A Conspiracy: Marvel’s Movie Douchebaggery

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I see dots; I connect dots. This is A Conspiracy!

While I was a bit hesitant to buy into the conspiracy that Marvel Comics was doing away with a lot of the Fantastic Four and X-Men comics, promotion, merch, and pretty much anything else with a 4 or an X on it because of issues with movie licensing, the latest batch of news has pushed me over the edge, and I am now a believer. I guess it makes sense from a financial standpoint (although I still can’t get the numbers to add up) but, numbers aside, it seems like a pretty mean thing to do to us, the fans and readers. But, when I dug a little deeper into Marvel’s Movie history, the timeline shows just how cutthroat Marvel has been with cross-promotion in film.

Marvel sold the FF, Spider-Man, X-Men, and other movie rights to various studios starting way back 1986, but things didn’t really get interesting until the turn of the last century. 20th Century FOX drops X-Men in 2000 to a $300 million box office, Columbia releases Spider-Man in 2002 with a $800 million haul, and things snowballed from there. Film after film starring Marvel’s cast of characters were coming out, most of them were terrible, and here Marvel was missing out on the action. But the publisher began to formulate a plan, and here’s where the conspiracy comes in.

The reason licenses like Spider-Man, Fantastic Four, and the X-Men had more appeal than the Avengers (the ultimate end of Marvel’s Cinematic Universe) was because of the state of the comics starring those characters at the time. The 1990s were a great decade for both Spider-Men and the X-Men in uncountable ways. There were so many great stories, characters, and comics that came out in these years, but, by the end of the ’90s, the Avengers were  in a state of near obscurity. No one wanted them.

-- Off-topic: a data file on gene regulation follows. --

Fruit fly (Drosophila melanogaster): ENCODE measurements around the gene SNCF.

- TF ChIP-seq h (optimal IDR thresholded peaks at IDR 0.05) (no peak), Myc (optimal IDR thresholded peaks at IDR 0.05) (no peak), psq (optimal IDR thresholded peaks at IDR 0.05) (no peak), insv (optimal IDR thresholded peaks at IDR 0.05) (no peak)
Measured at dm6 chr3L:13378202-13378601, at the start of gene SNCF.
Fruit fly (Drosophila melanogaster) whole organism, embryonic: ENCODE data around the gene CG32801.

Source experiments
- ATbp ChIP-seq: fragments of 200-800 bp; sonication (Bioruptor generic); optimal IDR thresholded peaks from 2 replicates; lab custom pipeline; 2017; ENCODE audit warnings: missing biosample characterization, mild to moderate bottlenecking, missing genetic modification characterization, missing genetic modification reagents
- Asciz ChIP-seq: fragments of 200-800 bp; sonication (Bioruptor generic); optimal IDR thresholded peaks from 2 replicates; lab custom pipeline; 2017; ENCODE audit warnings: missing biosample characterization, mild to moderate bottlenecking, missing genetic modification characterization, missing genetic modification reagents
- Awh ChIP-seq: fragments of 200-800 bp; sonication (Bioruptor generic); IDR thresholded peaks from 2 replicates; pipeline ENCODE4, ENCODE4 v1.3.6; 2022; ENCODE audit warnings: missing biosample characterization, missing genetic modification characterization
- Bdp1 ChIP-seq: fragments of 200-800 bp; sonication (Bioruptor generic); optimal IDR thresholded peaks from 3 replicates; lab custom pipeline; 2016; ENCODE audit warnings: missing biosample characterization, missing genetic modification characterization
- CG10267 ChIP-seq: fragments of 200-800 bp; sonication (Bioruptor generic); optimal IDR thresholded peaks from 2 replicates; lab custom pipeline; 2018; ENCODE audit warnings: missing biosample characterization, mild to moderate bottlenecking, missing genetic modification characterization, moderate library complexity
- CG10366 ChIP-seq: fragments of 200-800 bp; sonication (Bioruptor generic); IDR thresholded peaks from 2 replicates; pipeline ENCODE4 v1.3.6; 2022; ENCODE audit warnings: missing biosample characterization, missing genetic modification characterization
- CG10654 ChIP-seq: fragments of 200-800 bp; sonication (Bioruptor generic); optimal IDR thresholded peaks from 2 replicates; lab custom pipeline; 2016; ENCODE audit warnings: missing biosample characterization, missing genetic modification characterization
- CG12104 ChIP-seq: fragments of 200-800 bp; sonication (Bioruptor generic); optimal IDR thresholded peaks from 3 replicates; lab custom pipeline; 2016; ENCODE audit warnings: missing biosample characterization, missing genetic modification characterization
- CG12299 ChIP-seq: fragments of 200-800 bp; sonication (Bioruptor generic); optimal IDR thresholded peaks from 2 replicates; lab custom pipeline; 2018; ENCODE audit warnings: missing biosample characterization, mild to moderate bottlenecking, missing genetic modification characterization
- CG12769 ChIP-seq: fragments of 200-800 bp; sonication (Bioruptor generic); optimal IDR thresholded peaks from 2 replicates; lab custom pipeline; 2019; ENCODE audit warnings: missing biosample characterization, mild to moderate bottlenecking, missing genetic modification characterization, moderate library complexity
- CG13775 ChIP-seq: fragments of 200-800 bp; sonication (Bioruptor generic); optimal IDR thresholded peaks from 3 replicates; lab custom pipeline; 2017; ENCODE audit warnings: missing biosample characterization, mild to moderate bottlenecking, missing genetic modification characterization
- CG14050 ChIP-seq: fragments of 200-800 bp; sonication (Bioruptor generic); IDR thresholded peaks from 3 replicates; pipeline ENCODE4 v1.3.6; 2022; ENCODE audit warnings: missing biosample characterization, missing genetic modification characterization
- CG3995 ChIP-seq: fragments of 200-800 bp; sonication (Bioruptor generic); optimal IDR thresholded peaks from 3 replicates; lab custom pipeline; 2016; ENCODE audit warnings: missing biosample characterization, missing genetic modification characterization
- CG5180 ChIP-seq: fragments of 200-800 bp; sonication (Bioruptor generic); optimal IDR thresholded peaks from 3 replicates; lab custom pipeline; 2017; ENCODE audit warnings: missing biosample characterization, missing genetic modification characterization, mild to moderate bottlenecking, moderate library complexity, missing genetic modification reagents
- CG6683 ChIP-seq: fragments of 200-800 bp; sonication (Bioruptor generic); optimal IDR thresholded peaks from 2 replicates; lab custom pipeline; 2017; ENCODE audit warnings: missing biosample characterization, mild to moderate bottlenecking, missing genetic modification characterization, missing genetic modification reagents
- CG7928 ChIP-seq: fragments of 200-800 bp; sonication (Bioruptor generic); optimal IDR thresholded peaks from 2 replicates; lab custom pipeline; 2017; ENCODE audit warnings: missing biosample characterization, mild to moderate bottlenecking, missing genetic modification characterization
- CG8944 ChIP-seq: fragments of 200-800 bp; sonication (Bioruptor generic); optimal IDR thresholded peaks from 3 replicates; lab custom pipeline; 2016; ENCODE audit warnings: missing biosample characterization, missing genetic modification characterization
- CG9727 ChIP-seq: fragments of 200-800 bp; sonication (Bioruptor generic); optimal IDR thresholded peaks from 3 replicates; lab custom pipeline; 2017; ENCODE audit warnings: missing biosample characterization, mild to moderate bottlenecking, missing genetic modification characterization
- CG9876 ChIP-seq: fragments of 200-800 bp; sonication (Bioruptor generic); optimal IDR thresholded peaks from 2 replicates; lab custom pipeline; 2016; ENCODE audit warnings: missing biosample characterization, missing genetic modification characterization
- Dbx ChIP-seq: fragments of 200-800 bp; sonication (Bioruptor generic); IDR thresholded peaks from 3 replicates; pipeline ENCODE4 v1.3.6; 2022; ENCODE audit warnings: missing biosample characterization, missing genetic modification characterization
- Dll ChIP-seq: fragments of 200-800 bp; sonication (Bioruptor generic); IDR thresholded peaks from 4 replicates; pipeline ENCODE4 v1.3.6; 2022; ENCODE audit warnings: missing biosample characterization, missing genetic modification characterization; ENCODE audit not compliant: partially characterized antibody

As the 2000s went on, and the sequels for these now very popular movie franchises continued to make money hand over fist for their new owners, Marvel needed to inject some new popularity into their only real chance for a movie franchise: the Avengers. But, before you build something new, you have to tear down the old. Avengers Disassembled was this tearing down of the old, and when it ended in January 2005, it left a single book, and the crux of this conspiracy, in its wake: The New Avengers.

While Spider-Man and Wolverine, (let’s face it) the star of the X-Men films, were soaring in popularity due to feature films, Marvel saw a way to utilize this popularity to re-energize its now one and only chance at a Marvel Cinematic Universe by adding both Spider-Man and Wolverine to its one and only Avengers roster. As New Avengers continued to reinvigorate a stale stock of characters that included both Iron Man and Captain America, along came 2008, and the beginning of the Marvel Cinematic Universe with the release of both Iron Man and The Incredible Hulk.

The rest, as they say, is history, and brings us right back to where we began as we see Marvel, now sitting alone on the top rung of the superhero movie ladder, use the same strategy that originally bolstered the Avengers back to the heights of even being a viable film franchise, only now in reverse, using the same strategy to hold down their movie-making competition. It’s media synergy on a level not seen since Star Wars originally premiered, and it shows absolutely no sign of slowing down as these companies continue to vie for the rights to make movies that we love.

They say competition is good for consumers, but in this case, I’m not so sure that it is. Although, this is all conjecture, and I have nothing but a historical timeline to justify the opinion, but, if I’m right, we owe a lot more to those relatively bad Spider-Man and X-Men movies than we thought.

Keep those tin foil hats on tight, Geeks. The truth is out there.

Tin Foil Fedora

 

 

 

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